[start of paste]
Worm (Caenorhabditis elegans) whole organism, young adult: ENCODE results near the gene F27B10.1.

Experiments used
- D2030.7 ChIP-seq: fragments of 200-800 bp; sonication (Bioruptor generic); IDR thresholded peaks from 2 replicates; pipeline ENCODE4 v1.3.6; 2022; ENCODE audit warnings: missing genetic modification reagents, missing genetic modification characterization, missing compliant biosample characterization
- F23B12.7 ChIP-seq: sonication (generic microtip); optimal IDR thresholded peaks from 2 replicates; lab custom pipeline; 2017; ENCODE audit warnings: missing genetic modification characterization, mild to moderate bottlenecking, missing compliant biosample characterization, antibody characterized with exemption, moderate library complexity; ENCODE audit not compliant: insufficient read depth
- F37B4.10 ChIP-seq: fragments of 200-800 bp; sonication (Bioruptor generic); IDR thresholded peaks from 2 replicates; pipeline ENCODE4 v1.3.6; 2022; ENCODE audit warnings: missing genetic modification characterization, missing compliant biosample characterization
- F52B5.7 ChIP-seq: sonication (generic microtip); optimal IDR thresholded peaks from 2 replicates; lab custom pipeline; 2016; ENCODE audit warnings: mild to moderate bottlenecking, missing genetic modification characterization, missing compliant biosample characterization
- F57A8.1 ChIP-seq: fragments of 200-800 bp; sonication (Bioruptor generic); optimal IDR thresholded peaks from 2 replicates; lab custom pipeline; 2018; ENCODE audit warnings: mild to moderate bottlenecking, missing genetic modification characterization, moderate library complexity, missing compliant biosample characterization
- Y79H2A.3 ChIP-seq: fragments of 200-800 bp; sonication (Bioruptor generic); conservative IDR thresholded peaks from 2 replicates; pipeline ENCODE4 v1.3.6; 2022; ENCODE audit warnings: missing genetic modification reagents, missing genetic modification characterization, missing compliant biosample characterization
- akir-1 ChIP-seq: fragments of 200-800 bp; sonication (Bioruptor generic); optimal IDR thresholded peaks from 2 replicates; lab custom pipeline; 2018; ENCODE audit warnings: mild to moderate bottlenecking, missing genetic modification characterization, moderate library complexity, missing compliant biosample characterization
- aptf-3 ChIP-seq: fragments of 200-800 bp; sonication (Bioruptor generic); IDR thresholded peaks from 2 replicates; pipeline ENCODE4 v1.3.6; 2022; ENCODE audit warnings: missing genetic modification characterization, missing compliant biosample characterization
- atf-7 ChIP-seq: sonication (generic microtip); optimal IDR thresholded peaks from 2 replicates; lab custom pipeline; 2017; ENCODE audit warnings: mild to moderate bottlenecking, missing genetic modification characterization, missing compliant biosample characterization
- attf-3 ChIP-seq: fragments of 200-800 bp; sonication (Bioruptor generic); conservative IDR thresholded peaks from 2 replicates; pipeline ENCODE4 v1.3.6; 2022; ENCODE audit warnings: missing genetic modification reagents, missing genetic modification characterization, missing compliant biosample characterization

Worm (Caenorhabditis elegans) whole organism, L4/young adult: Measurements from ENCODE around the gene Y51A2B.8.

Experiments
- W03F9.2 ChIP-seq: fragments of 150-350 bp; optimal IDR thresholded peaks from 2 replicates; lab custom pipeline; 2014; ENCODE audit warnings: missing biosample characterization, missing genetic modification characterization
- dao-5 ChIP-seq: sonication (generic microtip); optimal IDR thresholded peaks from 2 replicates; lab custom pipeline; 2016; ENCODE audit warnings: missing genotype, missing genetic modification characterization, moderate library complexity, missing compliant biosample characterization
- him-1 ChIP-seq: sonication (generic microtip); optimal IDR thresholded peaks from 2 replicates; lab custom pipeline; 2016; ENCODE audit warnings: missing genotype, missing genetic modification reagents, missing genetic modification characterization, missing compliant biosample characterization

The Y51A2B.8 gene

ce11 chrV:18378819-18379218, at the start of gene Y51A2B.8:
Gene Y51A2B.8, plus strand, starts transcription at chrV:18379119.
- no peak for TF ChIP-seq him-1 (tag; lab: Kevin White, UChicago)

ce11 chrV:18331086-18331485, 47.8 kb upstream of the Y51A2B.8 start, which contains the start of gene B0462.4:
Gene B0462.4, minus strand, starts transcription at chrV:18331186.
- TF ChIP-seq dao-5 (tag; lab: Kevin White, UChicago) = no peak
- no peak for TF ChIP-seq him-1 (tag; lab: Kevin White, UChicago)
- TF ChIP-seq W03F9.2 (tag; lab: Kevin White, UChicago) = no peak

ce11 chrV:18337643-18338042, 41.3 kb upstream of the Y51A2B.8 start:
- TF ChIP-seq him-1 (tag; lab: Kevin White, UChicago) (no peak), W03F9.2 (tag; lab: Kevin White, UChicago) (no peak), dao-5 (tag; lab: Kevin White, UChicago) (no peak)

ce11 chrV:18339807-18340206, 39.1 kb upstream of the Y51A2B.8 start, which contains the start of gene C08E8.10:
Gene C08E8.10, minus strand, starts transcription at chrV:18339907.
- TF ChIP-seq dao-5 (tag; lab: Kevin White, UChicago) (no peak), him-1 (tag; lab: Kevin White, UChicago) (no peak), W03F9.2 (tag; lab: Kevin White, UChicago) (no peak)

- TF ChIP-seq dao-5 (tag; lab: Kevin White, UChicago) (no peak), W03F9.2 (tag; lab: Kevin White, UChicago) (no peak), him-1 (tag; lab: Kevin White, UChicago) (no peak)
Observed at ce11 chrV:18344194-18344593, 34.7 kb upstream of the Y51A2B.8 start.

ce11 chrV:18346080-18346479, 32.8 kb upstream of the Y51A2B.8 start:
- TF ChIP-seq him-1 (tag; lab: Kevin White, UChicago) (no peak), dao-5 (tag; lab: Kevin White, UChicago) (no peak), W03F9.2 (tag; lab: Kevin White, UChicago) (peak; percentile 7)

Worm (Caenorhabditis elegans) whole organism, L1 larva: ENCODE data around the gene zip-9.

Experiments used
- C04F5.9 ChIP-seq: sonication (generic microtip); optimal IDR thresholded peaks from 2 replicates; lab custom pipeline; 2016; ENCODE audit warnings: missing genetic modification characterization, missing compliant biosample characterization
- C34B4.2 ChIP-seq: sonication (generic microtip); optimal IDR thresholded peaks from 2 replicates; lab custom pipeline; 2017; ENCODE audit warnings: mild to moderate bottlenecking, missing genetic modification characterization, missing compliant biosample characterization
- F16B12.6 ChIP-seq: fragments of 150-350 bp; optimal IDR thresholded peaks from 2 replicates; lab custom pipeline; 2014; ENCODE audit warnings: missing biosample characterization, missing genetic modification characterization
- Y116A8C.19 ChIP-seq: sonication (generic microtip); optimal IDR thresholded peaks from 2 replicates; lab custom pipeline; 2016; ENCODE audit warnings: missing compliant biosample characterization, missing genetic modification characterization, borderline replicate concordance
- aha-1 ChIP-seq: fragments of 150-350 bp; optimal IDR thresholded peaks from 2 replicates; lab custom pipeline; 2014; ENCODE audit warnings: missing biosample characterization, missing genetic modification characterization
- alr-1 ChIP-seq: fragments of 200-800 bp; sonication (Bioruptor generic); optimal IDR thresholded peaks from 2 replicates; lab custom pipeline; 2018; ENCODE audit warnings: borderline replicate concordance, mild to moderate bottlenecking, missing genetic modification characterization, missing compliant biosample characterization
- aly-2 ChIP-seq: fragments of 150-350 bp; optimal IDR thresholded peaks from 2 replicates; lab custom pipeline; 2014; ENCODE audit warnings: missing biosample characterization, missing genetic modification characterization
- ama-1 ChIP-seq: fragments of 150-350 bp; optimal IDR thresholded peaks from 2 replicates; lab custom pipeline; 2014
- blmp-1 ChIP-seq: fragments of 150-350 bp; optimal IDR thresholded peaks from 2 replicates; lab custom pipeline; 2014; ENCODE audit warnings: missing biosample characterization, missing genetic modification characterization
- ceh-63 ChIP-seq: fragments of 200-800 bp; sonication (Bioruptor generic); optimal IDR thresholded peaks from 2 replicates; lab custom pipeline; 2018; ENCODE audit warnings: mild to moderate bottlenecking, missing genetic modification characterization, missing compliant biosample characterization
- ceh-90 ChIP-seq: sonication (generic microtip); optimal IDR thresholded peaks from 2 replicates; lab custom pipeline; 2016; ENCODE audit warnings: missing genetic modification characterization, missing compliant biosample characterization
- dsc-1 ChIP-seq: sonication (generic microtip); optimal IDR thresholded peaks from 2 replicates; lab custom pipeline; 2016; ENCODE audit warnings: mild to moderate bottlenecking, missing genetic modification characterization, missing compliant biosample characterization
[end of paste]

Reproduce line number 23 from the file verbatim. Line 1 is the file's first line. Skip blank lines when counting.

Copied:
Gene B0462.4, minus strand, starts transcription at chrV:18331186.